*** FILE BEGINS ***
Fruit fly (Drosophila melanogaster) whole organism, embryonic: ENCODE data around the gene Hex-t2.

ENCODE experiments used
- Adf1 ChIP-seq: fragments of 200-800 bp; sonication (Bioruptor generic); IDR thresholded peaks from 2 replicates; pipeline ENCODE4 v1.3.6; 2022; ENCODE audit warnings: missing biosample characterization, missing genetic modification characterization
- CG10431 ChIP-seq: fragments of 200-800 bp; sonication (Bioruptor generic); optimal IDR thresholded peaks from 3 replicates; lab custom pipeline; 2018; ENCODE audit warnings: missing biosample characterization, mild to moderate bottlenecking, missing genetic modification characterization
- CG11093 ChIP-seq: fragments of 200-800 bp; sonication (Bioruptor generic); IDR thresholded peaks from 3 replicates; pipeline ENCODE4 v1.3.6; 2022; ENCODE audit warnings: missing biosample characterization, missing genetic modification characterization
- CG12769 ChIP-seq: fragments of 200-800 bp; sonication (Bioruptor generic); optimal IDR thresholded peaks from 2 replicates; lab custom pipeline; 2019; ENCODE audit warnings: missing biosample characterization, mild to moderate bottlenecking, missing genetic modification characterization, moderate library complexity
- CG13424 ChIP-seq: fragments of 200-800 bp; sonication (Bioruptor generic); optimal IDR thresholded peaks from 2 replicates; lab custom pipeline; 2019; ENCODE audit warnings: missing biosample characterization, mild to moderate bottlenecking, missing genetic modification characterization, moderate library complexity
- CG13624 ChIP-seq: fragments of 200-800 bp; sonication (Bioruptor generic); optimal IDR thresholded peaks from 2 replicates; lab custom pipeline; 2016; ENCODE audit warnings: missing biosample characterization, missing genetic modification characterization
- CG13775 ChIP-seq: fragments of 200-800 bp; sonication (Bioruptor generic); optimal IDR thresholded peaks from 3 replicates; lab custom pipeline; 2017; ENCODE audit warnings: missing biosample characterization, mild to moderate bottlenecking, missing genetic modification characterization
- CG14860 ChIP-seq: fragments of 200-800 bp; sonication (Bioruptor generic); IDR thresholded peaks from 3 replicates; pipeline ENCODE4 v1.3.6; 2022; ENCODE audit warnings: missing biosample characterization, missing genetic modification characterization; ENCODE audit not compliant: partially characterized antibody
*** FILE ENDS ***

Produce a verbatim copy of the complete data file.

Fruit fly (Drosophila melanogaster) whole organism, embryonic: ENCODE data around the gene Hex-t2.

ENCODE experiments used
- Adf1 ChIP-seq: fragments of 200-800 bp; sonication (Bioruptor generic); IDR thresholded peaks from 2 replicates; pipeline ENCODE4 v1.3.6; 2022; ENCODE audit warnings: missing biosample characterization, missing genetic modification characterization
- CG10431 ChIP-seq: fragments of 200-800 bp; sonication (Bioruptor generic); optimal IDR thresholded peaks from 3 replicates; lab custom pipeline; 2018; ENCODE audit warnings: missing biosample characterization, mild to moderate bottlenecking, missing genetic modification characterization
- CG11093 ChIP-seq: fragments of 200-800 bp; sonication (Bioruptor generic); IDR thresholded peaks from 3 replicates; pipeline ENCODE4 v1.3.6; 2022; ENCODE audit warnings: missing biosample characterization, missing genetic modification characterization
- CG12769 ChIP-seq: fragments of 200-800 bp; sonication (Bioruptor generic); optimal IDR thresholded peaks from 2 replicates; lab custom pipeline; 2019; ENCODE audit warnings: missing biosample characterization, mild to moderate bottlenecking, missing genetic modification characterization, moderate library complexity
- CG13424 ChIP-seq: fragments of 200-800 bp; sonication (Bioruptor generic); optimal IDR thresholded peaks from 2 replicates; lab custom pipeline; 2019; ENCODE audit warnings: missing biosample characterization, mild to moderate bottlenecking, missing genetic modification characterization, moderate library complexity
- CG13624 ChIP-seq: fragments of 200-800 bp; sonication (Bioruptor generic); optimal IDR thresholded peaks from 2 replicates; lab custom pipeline; 2016; ENCODE audit warnings: missing biosample characterization, missing genetic modification characterization
- CG13775 ChIP-seq: fragments of 200-800 bp; sonication (Bioruptor generic); optimal IDR thresholded peaks from 3 replicates; lab custom pipeline; 2017; ENCODE audit warnings: missing biosample characterization, mild to moderate bottlenecking, missing genetic modification characterization
- CG14860 ChIP-seq: fragments of 200-800 bp; sonication (Bioruptor generic); IDR thresholded peaks from 3 replicates; pipeline ENCODE4 v1.3.6; 2022; ENCODE audit warnings: missing biosample characterization, missing genetic modification characterization; ENCODE audit not compliant: partially characterized antibody